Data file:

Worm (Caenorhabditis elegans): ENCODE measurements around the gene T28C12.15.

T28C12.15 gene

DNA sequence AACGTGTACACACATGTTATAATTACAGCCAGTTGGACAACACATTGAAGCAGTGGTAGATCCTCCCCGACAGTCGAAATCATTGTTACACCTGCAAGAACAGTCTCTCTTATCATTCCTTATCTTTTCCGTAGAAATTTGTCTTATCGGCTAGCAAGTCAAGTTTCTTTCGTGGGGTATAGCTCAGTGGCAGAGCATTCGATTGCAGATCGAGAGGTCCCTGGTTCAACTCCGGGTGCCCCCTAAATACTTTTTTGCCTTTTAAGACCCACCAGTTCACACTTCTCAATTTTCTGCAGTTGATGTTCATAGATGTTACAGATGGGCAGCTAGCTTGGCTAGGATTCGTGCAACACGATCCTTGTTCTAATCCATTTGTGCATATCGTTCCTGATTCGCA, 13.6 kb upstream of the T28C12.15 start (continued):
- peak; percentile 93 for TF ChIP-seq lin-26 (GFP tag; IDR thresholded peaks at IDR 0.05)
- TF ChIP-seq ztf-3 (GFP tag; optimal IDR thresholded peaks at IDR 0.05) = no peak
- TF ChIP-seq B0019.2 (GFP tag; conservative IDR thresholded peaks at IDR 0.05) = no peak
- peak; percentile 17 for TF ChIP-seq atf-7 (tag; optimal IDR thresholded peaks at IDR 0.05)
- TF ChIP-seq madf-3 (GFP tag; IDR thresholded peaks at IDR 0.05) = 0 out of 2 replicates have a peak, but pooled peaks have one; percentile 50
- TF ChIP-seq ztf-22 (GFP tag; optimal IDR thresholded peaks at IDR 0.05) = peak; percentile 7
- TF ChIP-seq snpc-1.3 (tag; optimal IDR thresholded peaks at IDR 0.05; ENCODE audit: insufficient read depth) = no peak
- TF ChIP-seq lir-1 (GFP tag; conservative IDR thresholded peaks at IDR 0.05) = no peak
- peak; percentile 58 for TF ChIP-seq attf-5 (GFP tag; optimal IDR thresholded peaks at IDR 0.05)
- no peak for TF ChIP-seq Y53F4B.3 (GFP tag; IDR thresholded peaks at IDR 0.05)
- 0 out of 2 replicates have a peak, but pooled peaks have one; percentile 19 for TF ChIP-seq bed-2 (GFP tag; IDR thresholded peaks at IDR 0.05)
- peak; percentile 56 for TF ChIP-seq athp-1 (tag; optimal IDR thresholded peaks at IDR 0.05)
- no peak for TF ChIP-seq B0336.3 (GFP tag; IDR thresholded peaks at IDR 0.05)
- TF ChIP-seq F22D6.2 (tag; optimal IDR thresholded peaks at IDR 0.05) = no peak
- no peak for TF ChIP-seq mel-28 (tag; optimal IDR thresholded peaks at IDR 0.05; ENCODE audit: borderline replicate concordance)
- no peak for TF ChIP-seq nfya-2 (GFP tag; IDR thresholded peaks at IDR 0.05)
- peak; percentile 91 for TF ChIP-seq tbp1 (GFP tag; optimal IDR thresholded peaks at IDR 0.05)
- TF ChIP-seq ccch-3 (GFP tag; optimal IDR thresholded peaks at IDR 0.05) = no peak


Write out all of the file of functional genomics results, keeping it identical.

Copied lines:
Worm (Caenorhabditis elegans): ENCODE measurements around the gene T28C12.15.

T28C12.15 gene

DNA sequence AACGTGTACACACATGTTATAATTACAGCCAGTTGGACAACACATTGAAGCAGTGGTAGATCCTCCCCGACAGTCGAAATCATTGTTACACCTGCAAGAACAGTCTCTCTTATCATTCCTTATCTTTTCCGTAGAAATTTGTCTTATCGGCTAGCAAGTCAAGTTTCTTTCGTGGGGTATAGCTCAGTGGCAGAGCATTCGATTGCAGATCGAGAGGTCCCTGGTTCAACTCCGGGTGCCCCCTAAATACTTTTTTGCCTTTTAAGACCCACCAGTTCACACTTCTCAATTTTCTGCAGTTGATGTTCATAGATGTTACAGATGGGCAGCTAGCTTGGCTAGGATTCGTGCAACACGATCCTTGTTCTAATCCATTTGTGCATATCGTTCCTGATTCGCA, 13.6 kb upstream of the T28C12.15 start (continued):
- peak; percentile 93 for TF ChIP-seq lin-26 (GFP tag; IDR thresholded peaks at IDR 0.05)
- TF ChIP-seq ztf-3 (GFP tag; optimal IDR thresholded peaks at IDR 0.05) = no peak
- TF ChIP-seq B0019.2 (GFP tag; conservative IDR thresholded peaks at IDR 0.05) = no peak
- peak; percentile 17 for TF ChIP-seq atf-7 (tag; optimal IDR thresholded peaks at IDR 0.05)
- TF ChIP-seq madf-3 (GFP tag; IDR thresholded peaks at IDR 0.05) = 0 out of 2 replicates have a peak, but pooled peaks have one; percentile 50
- TF ChIP-seq ztf-22 (GFP tag; optimal IDR thresholded peaks at IDR 0.05) = peak; percentile 7
- TF ChIP-seq snpc-1.3 (tag; optimal IDR thresholded peaks at IDR 0.05; ENCODE audit: insufficient read depth) = no peak
- TF ChIP-seq lir-1 (GFP tag; conservative IDR thresholded peaks at IDR 0.05) = no peak
- peak; percentile 58 for TF ChIP-seq attf-5 (GFP tag; optimal IDR thresholded peaks at IDR 0.05)
- no peak for TF ChIP-seq Y53F4B.3 (GFP tag; IDR thresholded peaks at IDR 0.05)
- 0 out of 2 replicates have a peak, but pooled peaks have one; percentile 19 for TF ChIP-seq bed-2 (GFP tag; IDR thresholded peaks at IDR 0.05)
- peak; percentile 56 for TF ChIP-seq athp-1 (tag; optimal IDR thresholded peaks at IDR 0.05)
- no peak for TF ChIP-seq B0336.3 (GFP tag; IDR thresholded peaks at IDR 0.05)
- TF ChIP-seq F22D6.2 (tag; optimal IDR thresholded peaks at IDR 0.05) = no peak
- no peak for TF ChIP-seq mel-28 (tag; optimal IDR thresholded peaks at IDR 0.05; ENCODE audit: borderline replicate concordance)
- no peak for TF ChIP-seq nfya-2 (GFP tag; IDR thresholded peaks at IDR 0.05)
- peak; percentile 91 for TF ChIP-seq tbp1 (GFP tag; optimal IDR thresholded peaks at IDR 0.05)
- TF ChIP-seq ccch-3 (GFP tag; optimal IDR thresholded peaks at IDR 0.05) = no peak